The former home of Zechariah Poulson, at 310 Chestnut Street in Philadelphia, in May 1859. Image courtesy of the Library Company of Philadelphia, Frederick De Bourg Richards Photograph Collection.
The scene in 2019:
The house in the center of the first photo was probably built sometime in the late 18th century, and for many years it was the home and office of publisher Zechariah Poulson. Born in Philadelphia in 1761, Poulson grew up during the turmoil of the American Revolution and learned the printer’s trade. He subsequently went into business for himself, and became a successful printer. By the late 1790s he was living here on Chestnut Street and publishing books and other materials, and then in 1800 he purchased the Claypoole’s American Daily Advertiser newspaper, which he renamed Poulson’s American Daily Advertiser. He went on to publish it for nearly 40 years, before selling it in 1839, and he appears to have lived here until his death five years later.
The Poulson family still owned the house when the first photo was taken in 1859, but by this point the old house was surrounded by taller, modern commercial blocks. As indicated by the signs on the front of the house, it was occupied by several different commercial tenants. On the ground floor was A. Bachmann & Co. Confectionery, and the building also features signs for Meadows & Co. silverware manufacturers and the United States Journal.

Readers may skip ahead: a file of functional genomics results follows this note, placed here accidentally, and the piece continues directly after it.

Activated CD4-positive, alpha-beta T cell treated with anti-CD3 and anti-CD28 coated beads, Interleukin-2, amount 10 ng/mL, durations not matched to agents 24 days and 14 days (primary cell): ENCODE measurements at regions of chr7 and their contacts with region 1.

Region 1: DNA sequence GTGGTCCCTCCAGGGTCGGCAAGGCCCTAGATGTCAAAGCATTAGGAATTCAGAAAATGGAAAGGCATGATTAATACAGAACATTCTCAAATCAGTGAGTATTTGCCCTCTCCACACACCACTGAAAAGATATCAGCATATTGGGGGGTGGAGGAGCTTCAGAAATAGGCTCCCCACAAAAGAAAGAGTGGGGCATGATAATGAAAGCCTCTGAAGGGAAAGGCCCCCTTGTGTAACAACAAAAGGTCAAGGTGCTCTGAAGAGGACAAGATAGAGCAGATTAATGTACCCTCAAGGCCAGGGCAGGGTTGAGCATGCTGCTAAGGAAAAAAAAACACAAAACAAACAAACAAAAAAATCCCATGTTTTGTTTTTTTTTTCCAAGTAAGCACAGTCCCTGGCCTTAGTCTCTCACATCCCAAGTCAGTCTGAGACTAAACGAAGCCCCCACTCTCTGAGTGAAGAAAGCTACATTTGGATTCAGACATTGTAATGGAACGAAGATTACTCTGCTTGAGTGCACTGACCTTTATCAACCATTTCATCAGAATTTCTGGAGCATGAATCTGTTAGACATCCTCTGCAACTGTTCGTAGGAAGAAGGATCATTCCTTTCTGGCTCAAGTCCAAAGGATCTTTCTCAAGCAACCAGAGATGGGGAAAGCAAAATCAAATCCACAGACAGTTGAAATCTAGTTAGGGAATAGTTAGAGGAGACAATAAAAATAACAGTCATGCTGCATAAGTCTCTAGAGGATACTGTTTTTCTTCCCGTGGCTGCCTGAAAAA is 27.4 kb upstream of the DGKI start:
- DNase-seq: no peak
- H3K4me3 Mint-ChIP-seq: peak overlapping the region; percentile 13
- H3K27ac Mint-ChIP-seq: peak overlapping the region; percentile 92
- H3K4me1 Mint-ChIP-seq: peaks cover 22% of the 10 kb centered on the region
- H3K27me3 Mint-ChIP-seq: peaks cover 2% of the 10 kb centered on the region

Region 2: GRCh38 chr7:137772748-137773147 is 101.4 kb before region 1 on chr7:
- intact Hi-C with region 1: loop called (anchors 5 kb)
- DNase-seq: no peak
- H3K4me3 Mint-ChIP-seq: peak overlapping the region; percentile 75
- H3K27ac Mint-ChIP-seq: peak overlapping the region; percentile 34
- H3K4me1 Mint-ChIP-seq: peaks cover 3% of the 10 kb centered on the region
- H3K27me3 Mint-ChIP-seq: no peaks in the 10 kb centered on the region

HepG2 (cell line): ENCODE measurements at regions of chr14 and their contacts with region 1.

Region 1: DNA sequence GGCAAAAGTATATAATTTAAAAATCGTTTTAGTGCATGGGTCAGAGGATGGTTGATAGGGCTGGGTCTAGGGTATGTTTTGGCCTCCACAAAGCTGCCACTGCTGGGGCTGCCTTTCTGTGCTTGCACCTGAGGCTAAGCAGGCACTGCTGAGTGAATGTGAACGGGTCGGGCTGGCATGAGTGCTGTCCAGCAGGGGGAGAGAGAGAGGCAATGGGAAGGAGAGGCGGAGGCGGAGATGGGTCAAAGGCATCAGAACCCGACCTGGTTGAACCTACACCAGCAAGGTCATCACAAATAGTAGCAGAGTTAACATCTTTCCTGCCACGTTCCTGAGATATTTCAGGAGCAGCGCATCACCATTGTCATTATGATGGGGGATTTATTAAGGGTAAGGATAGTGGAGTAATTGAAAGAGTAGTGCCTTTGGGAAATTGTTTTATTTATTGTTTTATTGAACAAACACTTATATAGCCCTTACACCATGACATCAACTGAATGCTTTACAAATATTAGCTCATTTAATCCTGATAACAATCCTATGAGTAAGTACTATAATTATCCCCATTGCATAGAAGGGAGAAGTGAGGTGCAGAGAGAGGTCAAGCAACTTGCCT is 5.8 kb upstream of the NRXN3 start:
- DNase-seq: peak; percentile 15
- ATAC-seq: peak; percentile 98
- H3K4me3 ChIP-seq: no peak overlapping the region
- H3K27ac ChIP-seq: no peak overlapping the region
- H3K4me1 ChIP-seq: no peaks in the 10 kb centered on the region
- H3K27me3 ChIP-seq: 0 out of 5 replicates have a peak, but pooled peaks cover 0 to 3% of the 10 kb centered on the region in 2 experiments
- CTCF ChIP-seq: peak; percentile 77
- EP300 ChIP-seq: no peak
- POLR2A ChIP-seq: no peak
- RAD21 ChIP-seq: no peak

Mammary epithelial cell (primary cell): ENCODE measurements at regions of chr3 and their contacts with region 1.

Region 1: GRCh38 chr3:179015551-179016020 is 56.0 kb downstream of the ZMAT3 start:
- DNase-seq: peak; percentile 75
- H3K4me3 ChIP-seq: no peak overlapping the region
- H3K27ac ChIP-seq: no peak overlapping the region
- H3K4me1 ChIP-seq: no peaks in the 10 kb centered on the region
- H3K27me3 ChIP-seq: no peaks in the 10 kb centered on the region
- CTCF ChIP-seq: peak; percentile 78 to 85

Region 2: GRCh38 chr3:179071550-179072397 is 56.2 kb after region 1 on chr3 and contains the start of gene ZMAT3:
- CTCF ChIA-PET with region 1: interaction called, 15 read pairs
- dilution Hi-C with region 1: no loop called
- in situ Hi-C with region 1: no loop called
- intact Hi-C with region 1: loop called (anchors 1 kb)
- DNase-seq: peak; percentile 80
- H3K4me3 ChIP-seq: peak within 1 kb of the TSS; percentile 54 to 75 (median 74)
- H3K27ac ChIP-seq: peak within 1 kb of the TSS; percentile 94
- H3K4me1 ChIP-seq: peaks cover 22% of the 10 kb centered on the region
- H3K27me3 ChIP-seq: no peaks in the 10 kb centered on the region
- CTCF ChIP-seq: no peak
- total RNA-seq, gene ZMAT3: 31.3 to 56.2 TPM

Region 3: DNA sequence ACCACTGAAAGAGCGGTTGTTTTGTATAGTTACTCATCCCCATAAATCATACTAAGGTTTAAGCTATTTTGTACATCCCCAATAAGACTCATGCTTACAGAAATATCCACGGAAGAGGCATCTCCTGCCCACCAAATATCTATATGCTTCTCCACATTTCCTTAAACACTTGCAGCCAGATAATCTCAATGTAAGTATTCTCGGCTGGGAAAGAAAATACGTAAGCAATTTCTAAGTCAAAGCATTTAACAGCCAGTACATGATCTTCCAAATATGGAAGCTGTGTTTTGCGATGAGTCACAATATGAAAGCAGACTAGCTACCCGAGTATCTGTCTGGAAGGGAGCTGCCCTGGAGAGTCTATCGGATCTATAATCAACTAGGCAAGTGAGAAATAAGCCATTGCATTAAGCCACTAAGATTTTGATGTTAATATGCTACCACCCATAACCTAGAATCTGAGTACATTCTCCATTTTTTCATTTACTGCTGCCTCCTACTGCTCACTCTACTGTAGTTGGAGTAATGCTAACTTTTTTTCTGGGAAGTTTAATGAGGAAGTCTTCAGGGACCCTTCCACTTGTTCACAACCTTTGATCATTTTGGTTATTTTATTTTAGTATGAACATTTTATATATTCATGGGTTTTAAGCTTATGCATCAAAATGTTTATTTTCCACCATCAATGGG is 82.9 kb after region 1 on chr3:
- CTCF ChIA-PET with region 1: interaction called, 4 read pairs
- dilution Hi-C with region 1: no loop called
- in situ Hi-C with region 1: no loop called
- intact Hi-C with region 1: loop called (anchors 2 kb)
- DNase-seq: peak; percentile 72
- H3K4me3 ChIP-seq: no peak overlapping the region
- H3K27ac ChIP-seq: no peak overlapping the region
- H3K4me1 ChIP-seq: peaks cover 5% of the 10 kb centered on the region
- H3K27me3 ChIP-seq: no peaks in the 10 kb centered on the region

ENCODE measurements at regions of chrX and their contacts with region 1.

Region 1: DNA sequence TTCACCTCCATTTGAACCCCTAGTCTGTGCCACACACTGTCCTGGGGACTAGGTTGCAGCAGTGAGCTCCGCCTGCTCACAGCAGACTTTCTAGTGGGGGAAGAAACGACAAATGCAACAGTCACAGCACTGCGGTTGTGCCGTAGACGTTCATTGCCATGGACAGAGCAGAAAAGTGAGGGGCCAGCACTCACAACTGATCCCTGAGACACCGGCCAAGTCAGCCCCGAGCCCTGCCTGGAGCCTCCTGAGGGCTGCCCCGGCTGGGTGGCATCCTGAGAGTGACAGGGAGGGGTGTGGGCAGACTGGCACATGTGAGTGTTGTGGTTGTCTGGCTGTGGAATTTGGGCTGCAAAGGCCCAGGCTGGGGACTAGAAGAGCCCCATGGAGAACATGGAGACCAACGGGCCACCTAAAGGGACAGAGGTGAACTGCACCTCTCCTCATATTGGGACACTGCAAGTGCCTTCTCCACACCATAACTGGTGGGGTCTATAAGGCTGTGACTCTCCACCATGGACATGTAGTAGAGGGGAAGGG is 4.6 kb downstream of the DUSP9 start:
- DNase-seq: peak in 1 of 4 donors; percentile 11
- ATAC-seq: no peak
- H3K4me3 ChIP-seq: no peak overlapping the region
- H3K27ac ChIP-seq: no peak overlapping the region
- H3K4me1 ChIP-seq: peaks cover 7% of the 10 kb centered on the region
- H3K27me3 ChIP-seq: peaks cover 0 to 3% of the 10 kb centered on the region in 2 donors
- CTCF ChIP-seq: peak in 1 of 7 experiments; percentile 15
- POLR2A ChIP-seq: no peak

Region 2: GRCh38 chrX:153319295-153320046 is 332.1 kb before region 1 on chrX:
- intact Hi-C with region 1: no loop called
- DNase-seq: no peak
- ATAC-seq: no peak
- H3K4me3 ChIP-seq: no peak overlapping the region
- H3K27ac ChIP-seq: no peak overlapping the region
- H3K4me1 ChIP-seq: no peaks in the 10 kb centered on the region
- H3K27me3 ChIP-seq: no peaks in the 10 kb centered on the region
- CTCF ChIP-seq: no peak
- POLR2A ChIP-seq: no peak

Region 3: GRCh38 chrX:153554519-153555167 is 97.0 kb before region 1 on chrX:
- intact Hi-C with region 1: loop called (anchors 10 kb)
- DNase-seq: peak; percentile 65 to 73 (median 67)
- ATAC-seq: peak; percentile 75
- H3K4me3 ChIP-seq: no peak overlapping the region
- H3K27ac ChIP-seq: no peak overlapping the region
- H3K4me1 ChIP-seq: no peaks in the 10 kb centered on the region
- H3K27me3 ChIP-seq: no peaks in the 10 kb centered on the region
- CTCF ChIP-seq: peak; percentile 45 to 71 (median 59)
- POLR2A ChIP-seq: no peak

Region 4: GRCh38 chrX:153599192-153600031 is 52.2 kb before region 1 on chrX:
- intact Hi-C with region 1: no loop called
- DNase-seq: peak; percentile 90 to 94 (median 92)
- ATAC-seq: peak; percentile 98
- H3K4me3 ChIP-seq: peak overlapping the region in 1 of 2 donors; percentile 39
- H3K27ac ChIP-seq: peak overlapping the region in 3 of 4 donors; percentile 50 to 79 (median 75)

The buildings on either side of the former Poulson house also have a variety of signage in the first photo, including a printing office, a jewelry manufacturer, a watch importer, and a commission merchant. However, the most interesting is the sign above the storefront just to the left of the Poulson house, at 308 Chestnut Street. This was the home of Goodyear’s Rubber Packing & Belting Company, which was operated by Charles Goodyear, the developer of vulcanized rubber. Goodyear died a year after this photo was taken, and his business was unrelated to the more famous Goodyear Tire and Rubber Company, which was named after him in 1898.
Today, more than 160 years after the first photo was taken, there are no surviving remnants from the photo in this scene. The Poulson house was probably demolished at some point in the 1860s, because by the early 1870s it was occupied by the new Union Banking Company building. This building, along with the others in the first photo, have also since been demolished, perhaps as late as the mid-20th century, when nearly the entire block was cleared in order to open up space for the Independence National Historical Park. Only a handful of 18th century buildings survived, including the First Bank of the United States building, which is visible in the distance on the far right side of the present-day scene.